The following individuals are not eligible for a free flu shot, but they may purchase the shot for $32 at McKinley Health Center:

  • extra help
  • academic hourly
  • visiting scholar
  • part time employees who do not participate in the health plan (coverage by one’s spouse/partner does not count)
  • spouses or partners
  • volunteers
  • contractual employees
  • Employees who have opted out of the state insurance plan

CDC recommends a flu vaccination for all individuals 6 months of age or older. This year McKinley is providing an upgraded version of the vaccine which is quadravalent, providing protection against four strains:

  • AChristchurch/16/2010 NIB-74XP (an A/California/07/2009 like virus) (H1N1)
  • A/Switzerland/9715293/2013 NIB-88 (H3N2)
  • B/Phuket/3073/2013
  • B/Brisbane/60/2008

This vaccine contains no Thimerisol or other preservative

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September 10th is National Suicide Awareness Day

September 10th is National suicide awareness day.  The month of September is suicide prevention month….every single day=BOTH

For more information about Suicide Prevention click here.

Kyli Payne Pierce's photo.Kyli Payne Pierce's photo.
Kyli Payne Pierce's photo.Kyli Payne Pierce's photo.

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You too can be GREAT!

What is GREAT?

GREAT guidelines were created to reflect the Library’s and University’s core values.  The GREAT guidelines are a foundation for training, delivery and assessment of Library customer service.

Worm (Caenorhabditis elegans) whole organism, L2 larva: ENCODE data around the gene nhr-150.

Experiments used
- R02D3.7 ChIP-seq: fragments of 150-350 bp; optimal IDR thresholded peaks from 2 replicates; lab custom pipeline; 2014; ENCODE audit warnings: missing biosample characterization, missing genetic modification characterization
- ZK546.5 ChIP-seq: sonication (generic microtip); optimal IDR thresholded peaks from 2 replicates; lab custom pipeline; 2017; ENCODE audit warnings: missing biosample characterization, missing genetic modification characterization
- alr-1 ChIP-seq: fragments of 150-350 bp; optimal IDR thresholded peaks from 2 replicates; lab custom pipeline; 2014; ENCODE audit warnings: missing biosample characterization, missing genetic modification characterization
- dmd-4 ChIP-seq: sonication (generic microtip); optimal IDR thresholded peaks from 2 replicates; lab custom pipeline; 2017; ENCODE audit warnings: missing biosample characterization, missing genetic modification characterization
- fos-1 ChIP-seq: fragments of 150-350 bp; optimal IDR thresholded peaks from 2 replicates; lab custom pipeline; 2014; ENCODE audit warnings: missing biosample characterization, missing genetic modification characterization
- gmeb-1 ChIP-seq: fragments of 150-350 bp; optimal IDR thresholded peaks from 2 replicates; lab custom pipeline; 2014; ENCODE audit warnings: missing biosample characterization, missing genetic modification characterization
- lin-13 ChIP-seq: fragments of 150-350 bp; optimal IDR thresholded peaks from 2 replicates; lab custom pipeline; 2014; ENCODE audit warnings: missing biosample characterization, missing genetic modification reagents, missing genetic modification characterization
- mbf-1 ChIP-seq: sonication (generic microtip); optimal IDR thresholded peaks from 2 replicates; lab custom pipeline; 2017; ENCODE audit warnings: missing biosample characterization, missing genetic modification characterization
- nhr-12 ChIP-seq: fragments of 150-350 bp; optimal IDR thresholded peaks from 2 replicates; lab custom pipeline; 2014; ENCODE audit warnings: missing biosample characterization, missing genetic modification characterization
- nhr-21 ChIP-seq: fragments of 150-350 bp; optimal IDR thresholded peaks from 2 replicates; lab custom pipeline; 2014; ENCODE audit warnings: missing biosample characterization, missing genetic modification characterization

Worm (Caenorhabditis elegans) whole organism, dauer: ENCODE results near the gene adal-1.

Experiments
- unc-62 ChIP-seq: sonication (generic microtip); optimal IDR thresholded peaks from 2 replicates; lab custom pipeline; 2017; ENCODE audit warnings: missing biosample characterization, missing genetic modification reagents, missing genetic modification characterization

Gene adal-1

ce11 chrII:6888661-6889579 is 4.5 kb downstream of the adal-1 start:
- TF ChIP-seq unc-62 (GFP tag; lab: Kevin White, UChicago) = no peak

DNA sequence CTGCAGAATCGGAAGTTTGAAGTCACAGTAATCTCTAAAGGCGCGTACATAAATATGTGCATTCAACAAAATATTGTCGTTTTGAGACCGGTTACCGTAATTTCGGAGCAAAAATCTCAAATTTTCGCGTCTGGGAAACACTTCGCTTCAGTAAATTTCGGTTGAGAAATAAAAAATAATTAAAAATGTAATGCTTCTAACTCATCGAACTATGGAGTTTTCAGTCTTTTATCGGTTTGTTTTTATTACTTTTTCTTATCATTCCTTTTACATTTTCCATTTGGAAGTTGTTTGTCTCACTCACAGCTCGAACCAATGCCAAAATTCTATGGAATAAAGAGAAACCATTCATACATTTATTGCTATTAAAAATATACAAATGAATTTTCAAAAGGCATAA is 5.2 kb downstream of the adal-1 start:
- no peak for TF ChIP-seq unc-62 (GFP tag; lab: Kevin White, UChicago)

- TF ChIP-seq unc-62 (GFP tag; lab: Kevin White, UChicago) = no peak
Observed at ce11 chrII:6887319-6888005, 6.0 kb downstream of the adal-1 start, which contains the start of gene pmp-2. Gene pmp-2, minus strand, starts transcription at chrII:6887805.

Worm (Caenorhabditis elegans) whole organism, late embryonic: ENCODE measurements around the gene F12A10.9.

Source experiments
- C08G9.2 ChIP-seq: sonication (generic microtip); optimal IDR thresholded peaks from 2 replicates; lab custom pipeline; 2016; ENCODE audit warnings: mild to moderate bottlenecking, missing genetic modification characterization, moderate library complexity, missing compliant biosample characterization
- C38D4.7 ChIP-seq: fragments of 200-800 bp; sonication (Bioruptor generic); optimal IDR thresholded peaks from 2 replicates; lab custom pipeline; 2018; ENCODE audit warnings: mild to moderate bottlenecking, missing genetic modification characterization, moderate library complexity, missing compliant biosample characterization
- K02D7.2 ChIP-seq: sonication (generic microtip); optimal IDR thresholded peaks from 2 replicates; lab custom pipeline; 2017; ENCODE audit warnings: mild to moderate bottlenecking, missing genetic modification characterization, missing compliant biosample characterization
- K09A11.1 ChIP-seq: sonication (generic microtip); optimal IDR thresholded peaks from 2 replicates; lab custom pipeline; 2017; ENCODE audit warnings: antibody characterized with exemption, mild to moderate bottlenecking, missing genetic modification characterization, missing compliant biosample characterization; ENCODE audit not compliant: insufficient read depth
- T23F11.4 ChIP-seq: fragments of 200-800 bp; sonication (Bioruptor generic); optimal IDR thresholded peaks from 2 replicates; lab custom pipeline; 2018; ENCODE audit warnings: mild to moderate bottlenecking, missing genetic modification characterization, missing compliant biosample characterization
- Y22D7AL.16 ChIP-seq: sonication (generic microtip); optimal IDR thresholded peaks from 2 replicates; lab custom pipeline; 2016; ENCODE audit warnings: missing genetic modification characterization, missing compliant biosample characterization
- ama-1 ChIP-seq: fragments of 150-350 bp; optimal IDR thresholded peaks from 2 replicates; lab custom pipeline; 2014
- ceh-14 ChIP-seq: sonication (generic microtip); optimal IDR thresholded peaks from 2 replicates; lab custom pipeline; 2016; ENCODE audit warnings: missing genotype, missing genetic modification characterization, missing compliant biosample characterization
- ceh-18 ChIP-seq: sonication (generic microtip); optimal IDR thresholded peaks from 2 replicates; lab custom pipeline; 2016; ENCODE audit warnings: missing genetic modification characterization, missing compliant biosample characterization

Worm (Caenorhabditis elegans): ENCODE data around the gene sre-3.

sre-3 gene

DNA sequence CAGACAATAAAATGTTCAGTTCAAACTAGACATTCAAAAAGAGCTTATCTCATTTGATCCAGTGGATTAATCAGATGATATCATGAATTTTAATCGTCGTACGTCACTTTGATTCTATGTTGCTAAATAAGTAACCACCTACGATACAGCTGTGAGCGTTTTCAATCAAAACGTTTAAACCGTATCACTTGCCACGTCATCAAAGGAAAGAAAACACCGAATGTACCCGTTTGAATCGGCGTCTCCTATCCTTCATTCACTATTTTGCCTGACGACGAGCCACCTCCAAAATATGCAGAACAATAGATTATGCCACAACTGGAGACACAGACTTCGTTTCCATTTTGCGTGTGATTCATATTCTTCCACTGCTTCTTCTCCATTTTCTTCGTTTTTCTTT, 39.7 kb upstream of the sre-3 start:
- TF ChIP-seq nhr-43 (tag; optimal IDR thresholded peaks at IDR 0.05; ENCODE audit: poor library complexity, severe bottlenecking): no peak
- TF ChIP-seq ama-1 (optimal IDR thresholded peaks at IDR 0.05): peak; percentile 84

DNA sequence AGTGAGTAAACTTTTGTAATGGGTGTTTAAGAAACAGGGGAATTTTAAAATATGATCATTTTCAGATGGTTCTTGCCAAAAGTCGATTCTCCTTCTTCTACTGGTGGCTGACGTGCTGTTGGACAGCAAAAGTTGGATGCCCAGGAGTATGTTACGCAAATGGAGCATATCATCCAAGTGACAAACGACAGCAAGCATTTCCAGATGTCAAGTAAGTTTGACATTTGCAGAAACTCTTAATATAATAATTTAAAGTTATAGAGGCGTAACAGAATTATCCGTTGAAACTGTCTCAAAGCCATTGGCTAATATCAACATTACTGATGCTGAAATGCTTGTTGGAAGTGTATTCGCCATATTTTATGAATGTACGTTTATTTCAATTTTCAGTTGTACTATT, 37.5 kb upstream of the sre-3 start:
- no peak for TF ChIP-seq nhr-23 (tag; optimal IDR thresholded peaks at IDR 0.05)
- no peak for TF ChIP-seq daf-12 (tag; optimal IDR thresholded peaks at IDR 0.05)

Last month we kicked off our GREAT Customer Service training with a wonderful workshop led by Shirley Stelbrink, from Learning Alliances.  If you missed the workshop there will be other opportunities during the coming year.  A GREAT SWAT Team has been created to provide further training and assistance to divisions and units throughout the library.  The SWAT team will be visiting divisions and units to present an introduction about GREAT and why and how it will be implemented throughout the library.

Customer Service Logog Image

GREAT SWAT Team members:
Jessica LeCrone, Chair
Cindy Ingold
Lucy Moynihan
Zoe Revell
Susan Schnuer
Richard Stokes
Beth Woodard

GREAT Customer Service Guidelines

G – Greet all customers and make them feel welcomed

R – Respect cultural and other personal differences

E – Evaluate and clarify customer’s expectations

A – Address and respond to customer’s needs

T – Thank and verify that needs have been met

The Library, also has some GREAT bookmarks, signs and suggestion cards provided by Sue Searing, AUL for User Services and designed by Lindy Wheatley.  If you or your unit would like some GREAT materials  or meet with the GREAT Swat team please contact Staff Development & Training (training@library.illinois.edu)

For more information about GREAT guidelines go to:


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Wearable Technology to Help You Stay Healthy

Staff Development and Training sponsored a webinar about Wearable Technology.  It was really interesting.  If you were unable to attend or are interested the recording is now available.

Wearable Tech: Websites, Apps & Tech to Help You and Your Patrons Stay Healthy With Kira Smith 

Everywhere you go you see someone wearing a band, bracelet or watch that can help track some aspect of their health. In this webinar we’ll examine websites, apps and wearable devices that promote good health. We’ll look at places where you can go for reliable health information, both on the web and on your phone. This webinar will also show you how you can use the web, apps and wearables to monitor: